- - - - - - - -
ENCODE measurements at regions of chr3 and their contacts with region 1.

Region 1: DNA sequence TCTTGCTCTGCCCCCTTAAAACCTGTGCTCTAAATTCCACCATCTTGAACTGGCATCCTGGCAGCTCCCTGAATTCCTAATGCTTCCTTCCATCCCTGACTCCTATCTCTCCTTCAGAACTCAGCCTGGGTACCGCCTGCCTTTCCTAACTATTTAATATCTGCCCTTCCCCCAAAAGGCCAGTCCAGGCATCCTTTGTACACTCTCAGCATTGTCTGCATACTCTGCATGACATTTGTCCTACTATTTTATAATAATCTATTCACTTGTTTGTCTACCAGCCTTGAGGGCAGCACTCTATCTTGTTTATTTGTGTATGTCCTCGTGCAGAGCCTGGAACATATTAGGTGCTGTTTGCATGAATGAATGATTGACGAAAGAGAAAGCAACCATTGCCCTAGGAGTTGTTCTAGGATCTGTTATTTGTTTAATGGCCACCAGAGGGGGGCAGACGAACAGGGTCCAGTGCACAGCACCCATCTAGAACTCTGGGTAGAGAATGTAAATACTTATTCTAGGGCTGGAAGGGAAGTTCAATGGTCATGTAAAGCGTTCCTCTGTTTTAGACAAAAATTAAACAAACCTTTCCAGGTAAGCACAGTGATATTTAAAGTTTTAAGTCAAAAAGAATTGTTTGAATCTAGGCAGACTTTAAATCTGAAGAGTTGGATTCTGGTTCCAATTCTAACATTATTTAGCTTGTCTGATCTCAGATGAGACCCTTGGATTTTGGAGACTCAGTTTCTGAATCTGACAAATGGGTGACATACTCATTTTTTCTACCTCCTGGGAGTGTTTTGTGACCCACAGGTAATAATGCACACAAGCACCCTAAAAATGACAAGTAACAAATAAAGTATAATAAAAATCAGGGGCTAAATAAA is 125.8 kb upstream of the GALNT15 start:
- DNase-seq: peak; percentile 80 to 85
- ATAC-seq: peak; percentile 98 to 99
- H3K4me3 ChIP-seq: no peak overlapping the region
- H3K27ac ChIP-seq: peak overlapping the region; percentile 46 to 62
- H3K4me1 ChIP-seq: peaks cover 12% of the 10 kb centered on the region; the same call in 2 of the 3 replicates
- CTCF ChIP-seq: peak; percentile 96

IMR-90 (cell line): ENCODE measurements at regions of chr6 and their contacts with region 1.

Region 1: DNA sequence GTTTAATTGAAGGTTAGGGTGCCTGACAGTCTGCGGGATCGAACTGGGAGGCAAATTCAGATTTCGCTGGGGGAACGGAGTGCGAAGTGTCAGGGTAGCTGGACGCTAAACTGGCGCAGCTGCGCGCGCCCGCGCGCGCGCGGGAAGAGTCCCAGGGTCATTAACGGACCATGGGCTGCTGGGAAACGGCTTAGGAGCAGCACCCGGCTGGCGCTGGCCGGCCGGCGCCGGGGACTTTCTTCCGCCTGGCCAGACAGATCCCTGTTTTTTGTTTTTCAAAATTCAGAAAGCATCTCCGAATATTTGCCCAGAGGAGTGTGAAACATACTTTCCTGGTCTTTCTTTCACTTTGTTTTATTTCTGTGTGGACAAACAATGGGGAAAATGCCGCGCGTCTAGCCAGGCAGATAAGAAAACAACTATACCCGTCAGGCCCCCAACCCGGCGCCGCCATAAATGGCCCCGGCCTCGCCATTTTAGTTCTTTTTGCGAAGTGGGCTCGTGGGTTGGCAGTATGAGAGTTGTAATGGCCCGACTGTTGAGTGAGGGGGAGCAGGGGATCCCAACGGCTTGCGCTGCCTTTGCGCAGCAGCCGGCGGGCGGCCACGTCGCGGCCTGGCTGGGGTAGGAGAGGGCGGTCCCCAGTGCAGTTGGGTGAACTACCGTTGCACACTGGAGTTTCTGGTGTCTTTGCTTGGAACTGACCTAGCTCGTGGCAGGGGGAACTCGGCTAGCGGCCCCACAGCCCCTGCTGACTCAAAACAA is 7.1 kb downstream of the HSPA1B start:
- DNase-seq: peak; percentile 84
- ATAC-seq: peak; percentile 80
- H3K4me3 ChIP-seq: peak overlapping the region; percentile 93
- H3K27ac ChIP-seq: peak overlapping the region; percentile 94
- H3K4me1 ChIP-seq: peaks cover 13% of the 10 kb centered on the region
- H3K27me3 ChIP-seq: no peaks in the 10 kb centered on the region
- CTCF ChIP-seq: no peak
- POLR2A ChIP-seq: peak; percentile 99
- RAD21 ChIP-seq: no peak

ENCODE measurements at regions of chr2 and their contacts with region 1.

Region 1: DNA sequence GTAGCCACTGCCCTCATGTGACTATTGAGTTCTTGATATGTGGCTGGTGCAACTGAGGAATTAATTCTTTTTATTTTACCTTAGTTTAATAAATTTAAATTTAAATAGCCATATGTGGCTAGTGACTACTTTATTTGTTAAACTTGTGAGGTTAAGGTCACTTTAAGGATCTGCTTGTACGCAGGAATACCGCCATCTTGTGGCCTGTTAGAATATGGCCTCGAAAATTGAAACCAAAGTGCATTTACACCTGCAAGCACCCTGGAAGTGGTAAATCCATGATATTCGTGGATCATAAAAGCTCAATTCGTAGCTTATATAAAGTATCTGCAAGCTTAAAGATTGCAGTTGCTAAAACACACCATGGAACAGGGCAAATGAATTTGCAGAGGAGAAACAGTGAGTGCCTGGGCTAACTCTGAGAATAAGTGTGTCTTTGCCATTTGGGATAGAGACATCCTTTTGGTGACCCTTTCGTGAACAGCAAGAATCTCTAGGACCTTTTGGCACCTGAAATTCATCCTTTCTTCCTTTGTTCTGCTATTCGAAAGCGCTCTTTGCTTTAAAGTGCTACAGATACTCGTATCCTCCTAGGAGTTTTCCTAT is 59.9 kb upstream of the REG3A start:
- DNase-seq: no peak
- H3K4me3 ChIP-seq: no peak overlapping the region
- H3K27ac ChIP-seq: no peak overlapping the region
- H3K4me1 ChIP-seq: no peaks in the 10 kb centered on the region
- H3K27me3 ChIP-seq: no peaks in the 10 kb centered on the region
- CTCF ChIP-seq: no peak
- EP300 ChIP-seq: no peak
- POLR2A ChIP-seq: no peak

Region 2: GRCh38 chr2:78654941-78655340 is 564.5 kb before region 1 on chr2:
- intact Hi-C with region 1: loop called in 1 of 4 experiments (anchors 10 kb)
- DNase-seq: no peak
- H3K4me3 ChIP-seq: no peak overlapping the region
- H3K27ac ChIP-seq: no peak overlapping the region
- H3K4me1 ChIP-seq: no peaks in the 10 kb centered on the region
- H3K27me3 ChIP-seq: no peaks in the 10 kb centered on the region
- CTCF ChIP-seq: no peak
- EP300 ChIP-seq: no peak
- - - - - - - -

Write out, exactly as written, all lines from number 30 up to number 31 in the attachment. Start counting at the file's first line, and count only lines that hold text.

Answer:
Region 2: GRCh38 chr2:78654941-78655340 is 564.5 kb before region 1 on chr2:
- intact Hi-C with region 1: loop called in 1 of 4 experiments (anchors 10 kb)